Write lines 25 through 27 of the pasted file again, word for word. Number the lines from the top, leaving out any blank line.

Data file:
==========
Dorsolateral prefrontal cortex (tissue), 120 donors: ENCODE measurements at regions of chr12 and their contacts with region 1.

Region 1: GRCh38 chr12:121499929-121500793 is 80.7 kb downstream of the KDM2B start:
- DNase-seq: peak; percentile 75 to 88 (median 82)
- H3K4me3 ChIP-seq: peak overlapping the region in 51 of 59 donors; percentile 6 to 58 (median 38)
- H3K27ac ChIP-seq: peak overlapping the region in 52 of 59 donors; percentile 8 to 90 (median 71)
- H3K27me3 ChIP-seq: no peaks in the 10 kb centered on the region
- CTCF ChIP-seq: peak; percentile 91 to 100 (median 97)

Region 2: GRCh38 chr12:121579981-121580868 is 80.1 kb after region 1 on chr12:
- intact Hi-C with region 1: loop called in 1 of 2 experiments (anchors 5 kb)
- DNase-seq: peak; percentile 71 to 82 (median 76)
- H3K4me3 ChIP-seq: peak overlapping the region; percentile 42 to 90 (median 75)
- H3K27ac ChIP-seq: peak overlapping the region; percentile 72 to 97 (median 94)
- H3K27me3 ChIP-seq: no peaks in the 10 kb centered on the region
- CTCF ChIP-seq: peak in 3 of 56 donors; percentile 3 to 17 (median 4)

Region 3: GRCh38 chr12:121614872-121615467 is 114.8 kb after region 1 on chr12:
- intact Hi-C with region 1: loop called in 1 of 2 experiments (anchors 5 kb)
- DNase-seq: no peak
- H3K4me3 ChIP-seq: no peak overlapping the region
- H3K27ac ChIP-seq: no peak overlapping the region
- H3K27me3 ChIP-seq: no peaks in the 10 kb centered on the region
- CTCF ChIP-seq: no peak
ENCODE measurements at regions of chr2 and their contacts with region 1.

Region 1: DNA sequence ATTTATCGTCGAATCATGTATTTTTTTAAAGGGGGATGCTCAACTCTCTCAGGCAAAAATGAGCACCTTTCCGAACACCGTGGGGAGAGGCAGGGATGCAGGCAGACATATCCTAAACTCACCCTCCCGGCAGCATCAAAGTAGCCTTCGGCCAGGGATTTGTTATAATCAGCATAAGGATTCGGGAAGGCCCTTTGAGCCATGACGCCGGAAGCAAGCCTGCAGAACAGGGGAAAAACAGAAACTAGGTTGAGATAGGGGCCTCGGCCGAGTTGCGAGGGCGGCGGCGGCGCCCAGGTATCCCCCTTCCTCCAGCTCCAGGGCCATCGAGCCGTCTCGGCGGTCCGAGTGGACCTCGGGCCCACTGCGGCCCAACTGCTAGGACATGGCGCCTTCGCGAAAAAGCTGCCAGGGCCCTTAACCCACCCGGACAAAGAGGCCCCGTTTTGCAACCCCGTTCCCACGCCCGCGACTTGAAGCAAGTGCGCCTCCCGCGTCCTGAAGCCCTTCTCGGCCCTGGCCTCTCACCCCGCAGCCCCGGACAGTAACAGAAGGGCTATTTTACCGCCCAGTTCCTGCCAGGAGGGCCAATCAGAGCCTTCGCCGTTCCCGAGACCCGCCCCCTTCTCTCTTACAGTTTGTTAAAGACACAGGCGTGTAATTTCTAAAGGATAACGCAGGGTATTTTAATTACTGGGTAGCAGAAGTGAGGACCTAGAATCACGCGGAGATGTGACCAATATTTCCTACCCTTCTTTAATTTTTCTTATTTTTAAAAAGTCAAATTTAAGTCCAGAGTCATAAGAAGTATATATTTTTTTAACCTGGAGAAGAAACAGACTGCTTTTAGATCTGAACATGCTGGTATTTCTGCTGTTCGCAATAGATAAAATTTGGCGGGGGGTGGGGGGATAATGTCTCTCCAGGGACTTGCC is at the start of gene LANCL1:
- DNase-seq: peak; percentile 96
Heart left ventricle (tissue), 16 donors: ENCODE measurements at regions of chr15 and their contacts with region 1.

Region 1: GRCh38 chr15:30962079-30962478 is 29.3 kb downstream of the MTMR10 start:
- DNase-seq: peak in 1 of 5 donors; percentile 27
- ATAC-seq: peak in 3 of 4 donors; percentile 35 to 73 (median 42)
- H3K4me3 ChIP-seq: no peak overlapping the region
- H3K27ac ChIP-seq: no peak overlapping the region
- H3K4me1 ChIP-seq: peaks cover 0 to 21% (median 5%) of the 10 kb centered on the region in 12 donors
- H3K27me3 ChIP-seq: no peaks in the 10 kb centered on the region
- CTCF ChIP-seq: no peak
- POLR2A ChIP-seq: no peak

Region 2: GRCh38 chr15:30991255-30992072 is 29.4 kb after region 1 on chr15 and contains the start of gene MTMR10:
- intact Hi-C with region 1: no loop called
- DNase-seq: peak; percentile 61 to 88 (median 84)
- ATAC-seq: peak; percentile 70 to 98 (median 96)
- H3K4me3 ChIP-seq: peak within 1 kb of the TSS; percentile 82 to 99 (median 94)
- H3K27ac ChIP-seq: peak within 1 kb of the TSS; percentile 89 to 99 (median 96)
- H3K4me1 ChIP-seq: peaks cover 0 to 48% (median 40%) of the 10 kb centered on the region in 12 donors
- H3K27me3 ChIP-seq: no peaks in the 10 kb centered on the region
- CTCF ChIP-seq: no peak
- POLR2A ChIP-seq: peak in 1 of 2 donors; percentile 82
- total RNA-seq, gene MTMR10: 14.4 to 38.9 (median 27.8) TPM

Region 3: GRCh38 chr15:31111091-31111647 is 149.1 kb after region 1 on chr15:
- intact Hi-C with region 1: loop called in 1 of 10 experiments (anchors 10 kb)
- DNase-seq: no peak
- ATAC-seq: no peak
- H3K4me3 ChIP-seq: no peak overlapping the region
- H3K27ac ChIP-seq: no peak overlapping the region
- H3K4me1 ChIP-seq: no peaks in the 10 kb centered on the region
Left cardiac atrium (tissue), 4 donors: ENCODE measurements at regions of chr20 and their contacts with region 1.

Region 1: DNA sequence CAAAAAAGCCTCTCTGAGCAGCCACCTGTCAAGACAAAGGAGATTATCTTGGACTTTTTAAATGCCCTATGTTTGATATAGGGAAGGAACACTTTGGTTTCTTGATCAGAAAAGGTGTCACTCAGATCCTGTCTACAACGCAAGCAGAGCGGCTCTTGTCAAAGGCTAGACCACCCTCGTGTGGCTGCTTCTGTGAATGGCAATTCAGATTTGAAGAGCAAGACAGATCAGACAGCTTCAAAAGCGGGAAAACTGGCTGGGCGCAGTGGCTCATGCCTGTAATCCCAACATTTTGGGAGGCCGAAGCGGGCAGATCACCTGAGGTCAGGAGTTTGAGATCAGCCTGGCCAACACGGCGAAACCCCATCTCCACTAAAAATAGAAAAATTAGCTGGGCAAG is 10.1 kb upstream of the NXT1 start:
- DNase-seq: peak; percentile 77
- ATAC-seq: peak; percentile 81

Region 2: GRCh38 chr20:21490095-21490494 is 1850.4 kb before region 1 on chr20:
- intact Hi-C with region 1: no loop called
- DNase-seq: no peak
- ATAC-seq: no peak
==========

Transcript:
Heart left ventricle (tissue), 16 donors: ENCODE measurements at regions of chr15 and their contacts with region 1.

Region 1: GRCh38 chr15:30962079-30962478 is 29.3 kb downstream of the MTMR10 start:
- DNase-seq: peak in 1 of 5 donors; percentile 27